Should death bring sorrow or happiness? The Story of an Hour is a short piece written by Kate Chopin in 1894 and published in the late eighteen hundreds. Louis Mallard, the protagonist in the story is forced to stay in an unhappy marriage without any freedom. The protagonist in the short story is used as an example of how the Victorian women had mixed emotions and reactions after being told about the deaths of their husbands. Mrs. Mallard experiences an exhilaration of freedom instead of despair and anguish after finding out about the death of her husband. The excitement did not last long because she later learned that her husband was still alive and this made her feel that her hope for freedom is gone. In the end, the crushing disappointment that her husband is not dead kills Mrs. Mallard. Kate Chopin uses the protagonist in the story to show the plight of the Victorian women in the society and how they wanted freedom.
Mrs. Mallard is the main character in the book. She was overjoyed about her husband’s death because she was unhappy in her marriage. The narrator says that the protagonist felt free because “there would be no one to live for in those coming years; she would live for herself” (Chopin, 2000). Louise while in her room shouted, “Free free free” because she was happy that she was finally free from an oppressing life in marriage. For Louise, her husband’s death was a sign of freedom because according to the narrator, she did not love her husband. When Mrs. Mallard learned about the death of her husband, she was rest assured that there will “be no powerful will bending her” to stick in a marriage she did not want. In addition, she was excited because Brently will not be around to “have the “right to impose a private will upon a fellow creature” (Chopin, 2000). Therefore, Chopin uses the protagonist to show the plight of women who live in a society dominated by men.
Mr. Mallard thought that he had every right to dictate everything Louise did and this is what created friction in their marriage. Therefore, upon hearing of his death, Mrs. Mallard was happy because he will no longer be there to repress her nor direct her in everything she did. In fact, she looked forward to “years to come that would belong to her absolutely” (Chopin, 2000). She now knew that she was going to live for herself and free to be her own person, someone who is not living under the shadow of her husband. Mr. Mallard viewed Louise as a weakling who could not handle her affairs, as a result, she felt suffocated in her marriage (Johan, 2008). Louise longed to be free from this and this is the reason why she was happy with the news of her husband’s death.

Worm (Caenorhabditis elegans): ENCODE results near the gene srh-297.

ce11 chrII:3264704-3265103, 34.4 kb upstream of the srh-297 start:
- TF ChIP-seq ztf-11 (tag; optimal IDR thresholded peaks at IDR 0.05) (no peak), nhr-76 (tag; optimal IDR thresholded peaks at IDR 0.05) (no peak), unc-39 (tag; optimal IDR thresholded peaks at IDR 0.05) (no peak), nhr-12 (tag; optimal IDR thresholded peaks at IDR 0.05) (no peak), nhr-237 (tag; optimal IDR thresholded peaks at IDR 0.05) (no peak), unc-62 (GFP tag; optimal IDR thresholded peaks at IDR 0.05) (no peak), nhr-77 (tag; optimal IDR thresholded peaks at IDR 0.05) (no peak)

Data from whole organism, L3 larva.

Many women in the society possessed strengths they were not allowed to use. Louise dreaded the years she spent under her husband’s shadow who never allowed her to be her own person. Her strength was repressed and this is evident when Chopin writes Mrs. Mallard was having a face “whose lines bespoke repression and even a certain strength.” (Chopin, 2000). She was happy that now here husband is no longer in the picture, she could start making plans and decisions for her future without any hindrance. As the story ends, the protagonist was completely disappointed because she just saw her husband walk in through the front door (Xiu-yun, 2010). Louise thought she was free from an oppressed marriage and at some point, she was happy. However, when her husband walks in, she collapses and dies of a “heart disease” (Chopin, 2000). She lost her joy of being free and in control of her own life and this led to her death.
In conclusion, Chopin’s The Story of an Hour is a fictional piece with a protagonist who depicts the plight of the Victorian women. Chopin uses the Louise Mallard’s life and experiences in her marriage to portray how women were oppressed in the society because they were not allowed to use their strengths. Mrs. Mallard was trapped in an unhappy marriage, and that is why she was overjoyed with the news of her Brently’s death. The Story of an Hour is an important text that portrays how women had to deal with men who dominated their lives because their opinions were never considered nor heard.
- Chopin, Kate. The Story of an Hour. New York, NY: Perfection Learning, 2000. Print.
- Johan, R. T. (2008). The Images of Wife and Mother in Kate Chopin’s Narratives: A Feminist Reading. Journal Sastra Inggris, 38.8: 1, 38, 50.
- Xiu-yun, X. U. E. (2010). A Stylistic Analysis of” The Story of an Hour”[J]. Journal of Zhangzhou Institute of Technology, 1, 032.